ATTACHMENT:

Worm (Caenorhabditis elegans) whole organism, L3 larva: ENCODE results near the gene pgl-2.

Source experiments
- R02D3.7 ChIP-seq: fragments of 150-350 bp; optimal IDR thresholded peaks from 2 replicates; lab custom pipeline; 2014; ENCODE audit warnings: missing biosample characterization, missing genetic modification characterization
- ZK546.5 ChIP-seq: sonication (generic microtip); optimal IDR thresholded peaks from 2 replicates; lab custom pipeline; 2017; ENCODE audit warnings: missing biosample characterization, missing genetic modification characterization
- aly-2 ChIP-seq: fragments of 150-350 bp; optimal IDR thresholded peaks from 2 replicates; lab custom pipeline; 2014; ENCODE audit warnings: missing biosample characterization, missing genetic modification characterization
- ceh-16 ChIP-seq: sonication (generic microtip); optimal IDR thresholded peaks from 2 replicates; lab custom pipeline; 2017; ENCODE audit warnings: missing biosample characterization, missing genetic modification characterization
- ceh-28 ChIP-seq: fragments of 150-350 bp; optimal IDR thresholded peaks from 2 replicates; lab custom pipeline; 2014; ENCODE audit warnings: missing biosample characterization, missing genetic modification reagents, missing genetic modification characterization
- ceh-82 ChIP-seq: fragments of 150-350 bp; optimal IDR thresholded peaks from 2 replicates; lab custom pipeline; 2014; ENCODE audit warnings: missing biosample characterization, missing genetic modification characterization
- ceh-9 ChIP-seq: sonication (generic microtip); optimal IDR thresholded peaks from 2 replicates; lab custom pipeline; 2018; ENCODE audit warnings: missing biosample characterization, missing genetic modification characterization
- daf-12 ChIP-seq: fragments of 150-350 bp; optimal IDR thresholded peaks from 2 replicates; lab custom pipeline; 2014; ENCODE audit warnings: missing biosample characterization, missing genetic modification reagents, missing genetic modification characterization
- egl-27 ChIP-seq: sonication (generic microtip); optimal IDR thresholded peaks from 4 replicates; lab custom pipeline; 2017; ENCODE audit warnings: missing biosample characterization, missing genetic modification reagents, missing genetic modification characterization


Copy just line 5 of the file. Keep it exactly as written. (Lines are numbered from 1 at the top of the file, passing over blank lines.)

- aly-2 ChIP-seq: fragments of 150-350 bp; optimal IDR thresholded peaks from 2 replicates; lab custom pipeline; 2014; ENCODE audit warnings: missing biosample characterization, missing genetic modification characterization